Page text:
By Taylor Marvin
Last week Felix Salmon made what I think is a very perceptive point about the long-term costs of American distaste for public social spending:
“Two of the biggest and most daunting long-term problems facing the US economy are (1) the fact that Americans aren’t as well educated as their counterparts elsewhere in the world; and (2) the fast-growing obesity epidemic.
Both of these problems are caused, in large part, by America’s very high levels of child poverty.
So if you fix the child-poverty problem, you’ve made a serious dent in both the education problem and the obesity problem.
What’s more, the child-poverty problem really is one of those problems which can be fixed quite easily just by throwing money at it. Give enough money to children in poverty, and they’re not poor any more. Problem solved — at least to a first approximation.”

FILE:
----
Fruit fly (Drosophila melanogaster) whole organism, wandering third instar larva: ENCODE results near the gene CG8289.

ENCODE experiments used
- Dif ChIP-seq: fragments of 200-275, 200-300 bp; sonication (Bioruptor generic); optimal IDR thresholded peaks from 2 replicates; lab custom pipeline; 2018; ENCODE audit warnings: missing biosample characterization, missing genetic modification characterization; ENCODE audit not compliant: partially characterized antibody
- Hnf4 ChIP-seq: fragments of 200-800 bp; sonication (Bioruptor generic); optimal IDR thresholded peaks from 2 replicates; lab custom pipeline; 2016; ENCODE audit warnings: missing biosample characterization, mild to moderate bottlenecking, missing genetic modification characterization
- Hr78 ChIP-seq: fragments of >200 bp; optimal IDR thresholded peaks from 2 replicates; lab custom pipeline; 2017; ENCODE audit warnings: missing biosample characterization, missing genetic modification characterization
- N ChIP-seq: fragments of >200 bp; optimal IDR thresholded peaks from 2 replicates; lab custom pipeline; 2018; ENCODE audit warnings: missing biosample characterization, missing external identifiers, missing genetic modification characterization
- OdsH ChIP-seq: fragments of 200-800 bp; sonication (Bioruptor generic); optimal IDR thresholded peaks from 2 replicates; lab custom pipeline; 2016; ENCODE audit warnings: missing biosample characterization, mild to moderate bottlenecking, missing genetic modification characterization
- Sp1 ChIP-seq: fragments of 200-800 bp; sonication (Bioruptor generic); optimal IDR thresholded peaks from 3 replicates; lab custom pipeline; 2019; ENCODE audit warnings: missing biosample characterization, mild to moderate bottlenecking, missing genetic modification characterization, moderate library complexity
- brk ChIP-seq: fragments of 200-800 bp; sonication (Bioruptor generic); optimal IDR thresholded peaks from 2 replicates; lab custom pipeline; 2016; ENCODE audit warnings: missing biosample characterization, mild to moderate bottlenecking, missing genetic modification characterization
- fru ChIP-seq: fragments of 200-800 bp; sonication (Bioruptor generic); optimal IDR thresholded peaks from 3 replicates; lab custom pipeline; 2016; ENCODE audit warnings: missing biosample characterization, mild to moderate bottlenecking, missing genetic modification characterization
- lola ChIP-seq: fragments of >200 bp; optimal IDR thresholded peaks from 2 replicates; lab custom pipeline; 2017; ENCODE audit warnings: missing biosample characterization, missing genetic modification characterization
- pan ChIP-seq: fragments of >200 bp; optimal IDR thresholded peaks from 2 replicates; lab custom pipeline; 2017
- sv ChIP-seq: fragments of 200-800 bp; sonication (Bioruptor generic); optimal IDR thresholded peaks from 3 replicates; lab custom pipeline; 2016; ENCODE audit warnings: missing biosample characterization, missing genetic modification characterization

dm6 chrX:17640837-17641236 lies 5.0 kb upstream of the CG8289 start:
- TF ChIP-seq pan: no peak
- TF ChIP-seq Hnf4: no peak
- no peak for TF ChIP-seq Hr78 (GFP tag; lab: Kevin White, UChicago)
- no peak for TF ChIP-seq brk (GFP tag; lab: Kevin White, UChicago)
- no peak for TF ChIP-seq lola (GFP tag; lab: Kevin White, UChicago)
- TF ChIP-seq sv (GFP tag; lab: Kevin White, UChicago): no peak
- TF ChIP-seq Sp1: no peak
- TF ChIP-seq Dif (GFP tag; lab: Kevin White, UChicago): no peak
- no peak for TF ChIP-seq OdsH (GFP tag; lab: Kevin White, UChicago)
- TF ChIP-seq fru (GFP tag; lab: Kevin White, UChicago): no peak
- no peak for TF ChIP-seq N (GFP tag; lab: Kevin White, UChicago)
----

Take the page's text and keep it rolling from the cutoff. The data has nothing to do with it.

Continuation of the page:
The United States federal government spends an enormous amount of money, primarily on entitlements for the elderly and defense spending. While a large portion of this spending is arguably justified, it’s also remembering that the long-term positive returns on the military budget and excessive entitlement spending are much less than comparatively trivial programs to reduce child poverty. While US government spending is likely unsustainable at our current revenue level, smarter appropriation of relatively minor amounts of federal funds could have huge long-term benefits.